HOMESTEAD, Fla. — Fearing a new disease could become as devastating as canker and greening are to the state’s citrus industry, Florida avocado grower-shippers are fighting a tiny beetle that spreads a disease that can kill their avocado trees.
The laurel wilt fungus, spread by the exotic redbay ambrosia beetle, could wipe out half the state’s avocado crop, scientists warn.
The laurel wilt disease has killed redbay trees, which are closely related to avocado trees, throughout the southeastern U.S. as the disease has moved from South Carolina and Georgia into south Florida.
Alan Flinn, administrator of the Florida Avocado Administrative Committee, in mid-May heard an update from University of Florida Institute of Food and Agricultural Sciences scientists who are working on developing repellents.
Flinn said a just-completed survey showed no incidences of the beetle in neighboring Broward and Palm Beach counties, counties that are directly north of the south Florida Miami-Dade County avocado growing region.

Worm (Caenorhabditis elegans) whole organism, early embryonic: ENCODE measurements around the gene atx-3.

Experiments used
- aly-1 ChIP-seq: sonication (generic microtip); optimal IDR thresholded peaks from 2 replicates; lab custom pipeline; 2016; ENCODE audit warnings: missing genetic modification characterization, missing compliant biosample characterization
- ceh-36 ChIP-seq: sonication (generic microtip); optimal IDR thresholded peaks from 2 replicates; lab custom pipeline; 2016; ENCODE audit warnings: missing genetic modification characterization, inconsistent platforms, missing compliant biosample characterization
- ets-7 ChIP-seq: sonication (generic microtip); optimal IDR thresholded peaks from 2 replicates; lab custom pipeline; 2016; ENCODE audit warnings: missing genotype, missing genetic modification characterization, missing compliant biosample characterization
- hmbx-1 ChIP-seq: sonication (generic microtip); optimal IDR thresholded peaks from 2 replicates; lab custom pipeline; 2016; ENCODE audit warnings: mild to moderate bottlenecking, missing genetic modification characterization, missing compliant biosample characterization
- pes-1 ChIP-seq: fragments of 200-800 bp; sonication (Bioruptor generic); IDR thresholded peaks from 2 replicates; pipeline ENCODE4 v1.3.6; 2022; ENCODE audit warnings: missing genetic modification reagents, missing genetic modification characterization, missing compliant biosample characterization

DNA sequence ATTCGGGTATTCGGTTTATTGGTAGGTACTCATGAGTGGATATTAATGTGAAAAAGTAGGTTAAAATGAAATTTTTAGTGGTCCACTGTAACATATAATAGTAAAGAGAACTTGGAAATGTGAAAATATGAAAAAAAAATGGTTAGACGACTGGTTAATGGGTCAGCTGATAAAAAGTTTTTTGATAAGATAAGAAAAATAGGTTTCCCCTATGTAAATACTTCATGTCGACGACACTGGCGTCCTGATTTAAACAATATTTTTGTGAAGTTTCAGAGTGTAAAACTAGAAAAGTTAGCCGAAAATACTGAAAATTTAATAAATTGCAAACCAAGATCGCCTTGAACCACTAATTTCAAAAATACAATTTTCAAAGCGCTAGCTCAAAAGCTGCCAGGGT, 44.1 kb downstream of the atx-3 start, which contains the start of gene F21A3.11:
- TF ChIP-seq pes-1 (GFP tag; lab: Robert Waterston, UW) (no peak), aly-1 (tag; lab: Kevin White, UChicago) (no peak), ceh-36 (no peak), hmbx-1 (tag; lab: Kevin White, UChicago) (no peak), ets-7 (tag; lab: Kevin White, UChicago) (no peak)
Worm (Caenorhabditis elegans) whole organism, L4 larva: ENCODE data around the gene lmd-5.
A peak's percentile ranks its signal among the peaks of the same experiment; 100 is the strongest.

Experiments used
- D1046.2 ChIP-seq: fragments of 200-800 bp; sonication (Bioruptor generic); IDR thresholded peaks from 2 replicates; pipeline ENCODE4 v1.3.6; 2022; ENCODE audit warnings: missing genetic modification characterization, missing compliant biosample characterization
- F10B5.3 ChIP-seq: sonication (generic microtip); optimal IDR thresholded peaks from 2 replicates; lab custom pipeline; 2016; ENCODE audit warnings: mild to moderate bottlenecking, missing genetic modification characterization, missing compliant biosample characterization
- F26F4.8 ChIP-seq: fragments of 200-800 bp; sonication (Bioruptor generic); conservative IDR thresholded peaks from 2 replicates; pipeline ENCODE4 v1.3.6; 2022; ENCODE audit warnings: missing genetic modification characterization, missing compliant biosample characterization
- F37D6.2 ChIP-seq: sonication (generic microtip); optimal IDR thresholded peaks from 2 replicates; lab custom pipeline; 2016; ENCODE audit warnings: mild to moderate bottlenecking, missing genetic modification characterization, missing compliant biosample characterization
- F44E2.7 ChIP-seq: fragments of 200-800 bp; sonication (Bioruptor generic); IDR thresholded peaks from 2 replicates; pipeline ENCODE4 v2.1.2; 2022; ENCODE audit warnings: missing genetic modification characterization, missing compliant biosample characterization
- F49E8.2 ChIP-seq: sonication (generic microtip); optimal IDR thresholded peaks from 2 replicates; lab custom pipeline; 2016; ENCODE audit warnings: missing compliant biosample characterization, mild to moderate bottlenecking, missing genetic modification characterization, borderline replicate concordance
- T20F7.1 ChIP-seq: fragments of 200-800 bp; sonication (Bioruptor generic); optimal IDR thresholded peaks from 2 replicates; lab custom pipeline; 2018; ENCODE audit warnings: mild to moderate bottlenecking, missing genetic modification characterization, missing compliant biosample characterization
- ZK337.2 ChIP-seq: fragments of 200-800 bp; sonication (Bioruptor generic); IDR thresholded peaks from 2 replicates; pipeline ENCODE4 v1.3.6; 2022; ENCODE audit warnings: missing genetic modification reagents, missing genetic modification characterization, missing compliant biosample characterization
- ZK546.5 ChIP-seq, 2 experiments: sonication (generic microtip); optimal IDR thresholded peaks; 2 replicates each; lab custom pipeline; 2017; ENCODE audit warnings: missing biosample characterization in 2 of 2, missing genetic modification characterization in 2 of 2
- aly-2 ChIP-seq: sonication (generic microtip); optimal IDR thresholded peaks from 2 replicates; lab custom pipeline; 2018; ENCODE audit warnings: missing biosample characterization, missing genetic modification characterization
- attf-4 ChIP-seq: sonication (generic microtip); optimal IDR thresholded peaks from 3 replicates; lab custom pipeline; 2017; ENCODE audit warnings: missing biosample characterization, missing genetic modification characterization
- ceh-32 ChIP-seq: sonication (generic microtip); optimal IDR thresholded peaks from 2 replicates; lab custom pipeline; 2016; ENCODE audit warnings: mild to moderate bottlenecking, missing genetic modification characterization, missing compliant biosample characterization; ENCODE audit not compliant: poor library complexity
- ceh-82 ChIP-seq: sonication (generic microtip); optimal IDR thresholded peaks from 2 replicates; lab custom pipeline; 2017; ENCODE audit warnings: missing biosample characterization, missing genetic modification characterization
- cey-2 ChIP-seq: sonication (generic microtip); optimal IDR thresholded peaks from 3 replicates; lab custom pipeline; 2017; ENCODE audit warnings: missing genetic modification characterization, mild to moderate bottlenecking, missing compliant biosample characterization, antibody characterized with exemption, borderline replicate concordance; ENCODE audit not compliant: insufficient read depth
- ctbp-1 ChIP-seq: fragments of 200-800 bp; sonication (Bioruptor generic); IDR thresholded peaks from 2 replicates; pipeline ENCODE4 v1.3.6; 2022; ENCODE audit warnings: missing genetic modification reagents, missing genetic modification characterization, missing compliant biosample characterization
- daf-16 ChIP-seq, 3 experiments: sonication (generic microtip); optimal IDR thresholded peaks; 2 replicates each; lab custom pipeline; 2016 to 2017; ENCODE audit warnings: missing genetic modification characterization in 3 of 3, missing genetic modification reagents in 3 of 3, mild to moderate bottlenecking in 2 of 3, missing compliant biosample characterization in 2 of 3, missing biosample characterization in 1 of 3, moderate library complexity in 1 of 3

Earlier surveys detected the beetle as far south as Okeechobee and Indian River counties, within 100 miles of the state’s avocado groves.
Surveyors planned to begin surveying for the bug that is as small as President Abraham Lincoln’s nose on a penny during late May, he said. The red bay tree hosts the beetle.
Flinn said the news of no positive finds was positive news for the industry.
“This is a very serious threat to our industry,” he said.
One of the big concerns involves movement of firewood during a drought into and from Miami-Dade County from northern parts of Florida and Georgia, Flinn said. He said the industry is working to persuade Florida Agriculture Commissioner Charles Bronson to ban firewood movement.
Once a tree becomes infected, if it isn’t cut down and burned immediately, Flinn said he’s worried that transporting such wood to landfills could be harmful because the bugs are said to be able to fly up to 20 miles.
Craig Wheeling, president of Brooks Tropicals Inc., chairs the U.S. Department of Agriculture-affiliated avocado administrative committee. Wheeling is also a member of a separate industry-formed committee to secure research funding to battle the bug.
“The impending threat of laurel wilt disease bears a striking resemblance to citrus canker, which struck Florida orange and lime growers years ago, causing millions of dollars in damage,” he said. “Having gone through that mess in the early 2000s, we're very concerned when we see the red bay ambrosia beetle’s southern migration.